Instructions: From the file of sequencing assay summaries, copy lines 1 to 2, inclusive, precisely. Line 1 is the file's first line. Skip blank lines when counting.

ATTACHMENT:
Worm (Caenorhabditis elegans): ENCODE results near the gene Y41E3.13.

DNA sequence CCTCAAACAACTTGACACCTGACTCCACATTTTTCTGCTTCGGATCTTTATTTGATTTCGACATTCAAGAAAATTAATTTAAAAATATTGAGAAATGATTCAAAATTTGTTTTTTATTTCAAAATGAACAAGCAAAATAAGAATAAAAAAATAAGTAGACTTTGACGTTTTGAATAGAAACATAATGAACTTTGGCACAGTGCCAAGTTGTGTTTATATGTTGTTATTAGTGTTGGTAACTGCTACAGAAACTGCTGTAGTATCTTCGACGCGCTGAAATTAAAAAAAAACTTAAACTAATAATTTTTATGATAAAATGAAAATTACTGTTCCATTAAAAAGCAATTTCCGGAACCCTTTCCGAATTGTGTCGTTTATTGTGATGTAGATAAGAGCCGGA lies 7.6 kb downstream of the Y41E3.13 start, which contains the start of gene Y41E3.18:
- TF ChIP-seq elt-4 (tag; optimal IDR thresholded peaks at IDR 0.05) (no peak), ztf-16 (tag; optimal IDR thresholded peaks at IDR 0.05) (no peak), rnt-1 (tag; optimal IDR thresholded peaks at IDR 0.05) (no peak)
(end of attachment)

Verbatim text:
Worm (Caenorhabditis elegans): ENCODE results near the gene Y41E3.13.

DNA sequence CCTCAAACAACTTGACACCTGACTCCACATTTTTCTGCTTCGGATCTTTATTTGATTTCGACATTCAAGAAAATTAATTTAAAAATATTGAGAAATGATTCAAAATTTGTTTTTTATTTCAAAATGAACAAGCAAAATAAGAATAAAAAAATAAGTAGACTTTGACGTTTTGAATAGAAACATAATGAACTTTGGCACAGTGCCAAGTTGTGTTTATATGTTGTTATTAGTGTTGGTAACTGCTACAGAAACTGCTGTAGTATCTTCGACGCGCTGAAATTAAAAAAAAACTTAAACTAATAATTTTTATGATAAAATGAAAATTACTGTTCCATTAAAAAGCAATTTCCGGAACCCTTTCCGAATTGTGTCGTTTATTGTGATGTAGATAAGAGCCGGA lies 7.6 kb downstream of the Y41E3.13 start, which contains the start of gene Y41E3.18: